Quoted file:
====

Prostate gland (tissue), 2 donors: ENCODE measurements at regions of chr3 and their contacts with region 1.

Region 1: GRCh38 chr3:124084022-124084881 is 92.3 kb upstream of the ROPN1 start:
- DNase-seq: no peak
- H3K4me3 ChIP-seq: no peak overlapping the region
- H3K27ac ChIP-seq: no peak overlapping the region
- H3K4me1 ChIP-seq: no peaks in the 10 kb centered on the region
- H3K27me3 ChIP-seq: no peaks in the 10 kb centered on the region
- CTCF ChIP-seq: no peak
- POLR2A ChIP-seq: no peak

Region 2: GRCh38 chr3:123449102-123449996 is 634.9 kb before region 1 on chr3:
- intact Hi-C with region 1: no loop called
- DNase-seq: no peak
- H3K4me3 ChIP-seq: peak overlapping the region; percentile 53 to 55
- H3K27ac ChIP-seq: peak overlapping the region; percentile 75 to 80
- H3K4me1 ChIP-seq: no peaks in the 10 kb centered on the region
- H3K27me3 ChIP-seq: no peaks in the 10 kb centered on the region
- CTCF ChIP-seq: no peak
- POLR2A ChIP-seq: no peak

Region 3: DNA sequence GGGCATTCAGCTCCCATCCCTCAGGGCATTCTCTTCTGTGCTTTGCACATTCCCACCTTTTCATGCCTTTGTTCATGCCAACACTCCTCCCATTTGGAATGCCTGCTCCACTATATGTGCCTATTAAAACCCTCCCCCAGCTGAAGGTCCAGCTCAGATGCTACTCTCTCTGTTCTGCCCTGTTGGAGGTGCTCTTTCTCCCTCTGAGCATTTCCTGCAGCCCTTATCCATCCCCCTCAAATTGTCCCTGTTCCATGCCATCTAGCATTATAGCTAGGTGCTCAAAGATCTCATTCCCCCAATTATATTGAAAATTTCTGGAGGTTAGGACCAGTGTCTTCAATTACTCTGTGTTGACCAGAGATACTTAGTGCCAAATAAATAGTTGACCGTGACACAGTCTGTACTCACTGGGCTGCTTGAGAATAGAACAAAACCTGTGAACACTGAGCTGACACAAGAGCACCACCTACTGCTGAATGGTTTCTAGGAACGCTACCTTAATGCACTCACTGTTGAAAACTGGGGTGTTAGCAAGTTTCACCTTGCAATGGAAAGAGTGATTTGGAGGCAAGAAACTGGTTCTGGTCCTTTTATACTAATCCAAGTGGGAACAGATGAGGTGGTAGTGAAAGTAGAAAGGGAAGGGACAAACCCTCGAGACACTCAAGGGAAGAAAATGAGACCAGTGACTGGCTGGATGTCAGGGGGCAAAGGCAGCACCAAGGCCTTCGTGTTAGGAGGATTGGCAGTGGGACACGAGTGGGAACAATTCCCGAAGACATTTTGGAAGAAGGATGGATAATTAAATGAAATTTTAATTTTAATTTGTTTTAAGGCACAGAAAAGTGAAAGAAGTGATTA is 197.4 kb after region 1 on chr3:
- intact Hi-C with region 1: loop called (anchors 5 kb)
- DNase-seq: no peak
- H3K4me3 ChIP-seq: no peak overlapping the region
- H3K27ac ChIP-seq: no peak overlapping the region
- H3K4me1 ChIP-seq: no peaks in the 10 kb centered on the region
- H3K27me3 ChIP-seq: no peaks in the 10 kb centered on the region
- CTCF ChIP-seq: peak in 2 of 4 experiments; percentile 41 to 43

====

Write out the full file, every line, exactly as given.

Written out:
Prostate gland (tissue), 2 donors: ENCODE measurements at regions of chr3 and their contacts with region 1.

Region 1: GRCh38 chr3:124084022-124084881 is 92.3 kb upstream of the ROPN1 start:
- DNase-seq: no peak
- H3K4me3 ChIP-seq: no peak overlapping the region
- H3K27ac ChIP-seq: no peak overlapping the region
- H3K4me1 ChIP-seq: no peaks in the 10 kb centered on the region
- H3K27me3 ChIP-seq: no peaks in the 10 kb centered on the region
- CTCF ChIP-seq: no peak
- POLR2A ChIP-seq: no peak

Region 2: GRCh38 chr3:123449102-123449996 is 634.9 kb before region 1 on chr3:
- intact Hi-C with region 1: no loop called
- DNase-seq: no peak
- H3K4me3 ChIP-seq: peak overlapping the region; percentile 53 to 55
- H3K27ac ChIP-seq: peak overlapping the region; percentile 75 to 80
- H3K4me1 ChIP-seq: no peaks in the 10 kb centered on the region
- H3K27me3 ChIP-seq: no peaks in the 10 kb centered on the region
- CTCF ChIP-seq: no peak
- POLR2A ChIP-seq: no peak

Region 3: DNA sequence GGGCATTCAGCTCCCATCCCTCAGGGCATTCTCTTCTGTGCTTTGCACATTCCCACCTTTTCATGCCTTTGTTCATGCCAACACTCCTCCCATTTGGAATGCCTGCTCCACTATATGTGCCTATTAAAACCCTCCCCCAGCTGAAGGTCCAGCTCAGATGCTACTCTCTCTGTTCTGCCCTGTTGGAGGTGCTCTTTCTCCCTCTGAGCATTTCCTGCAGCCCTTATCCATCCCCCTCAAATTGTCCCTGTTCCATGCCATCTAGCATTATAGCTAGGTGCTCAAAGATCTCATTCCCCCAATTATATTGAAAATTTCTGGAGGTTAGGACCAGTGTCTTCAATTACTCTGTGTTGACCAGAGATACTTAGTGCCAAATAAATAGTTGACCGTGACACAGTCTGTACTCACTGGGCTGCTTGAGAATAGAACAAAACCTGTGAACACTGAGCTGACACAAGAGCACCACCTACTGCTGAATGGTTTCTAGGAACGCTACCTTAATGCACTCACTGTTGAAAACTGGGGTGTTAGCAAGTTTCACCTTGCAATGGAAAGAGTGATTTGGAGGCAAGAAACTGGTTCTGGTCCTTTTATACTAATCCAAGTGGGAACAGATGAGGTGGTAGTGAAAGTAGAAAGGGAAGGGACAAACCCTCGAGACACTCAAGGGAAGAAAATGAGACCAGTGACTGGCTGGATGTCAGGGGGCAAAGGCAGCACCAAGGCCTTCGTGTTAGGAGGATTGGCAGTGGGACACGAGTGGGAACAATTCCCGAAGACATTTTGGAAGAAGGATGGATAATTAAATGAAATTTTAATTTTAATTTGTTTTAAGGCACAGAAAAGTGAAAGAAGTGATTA is 197.4 kb after region 1 on chr3:
- intact Hi-C with region 1: loop called (anchors 5 kb)
- DNase-seq: no peak
- H3K4me3 ChIP-seq: no peak overlapping the region
- H3K27ac ChIP-seq: no peak overlapping the region
- H3K4me1 ChIP-seq: no peaks in the 10 kb centered on the region
- H3K27me3 ChIP-seq: no peaks in the 10 kb centered on the region
- CTCF ChIP-seq: peak in 2 of 4 experiments; percentile 41 to 43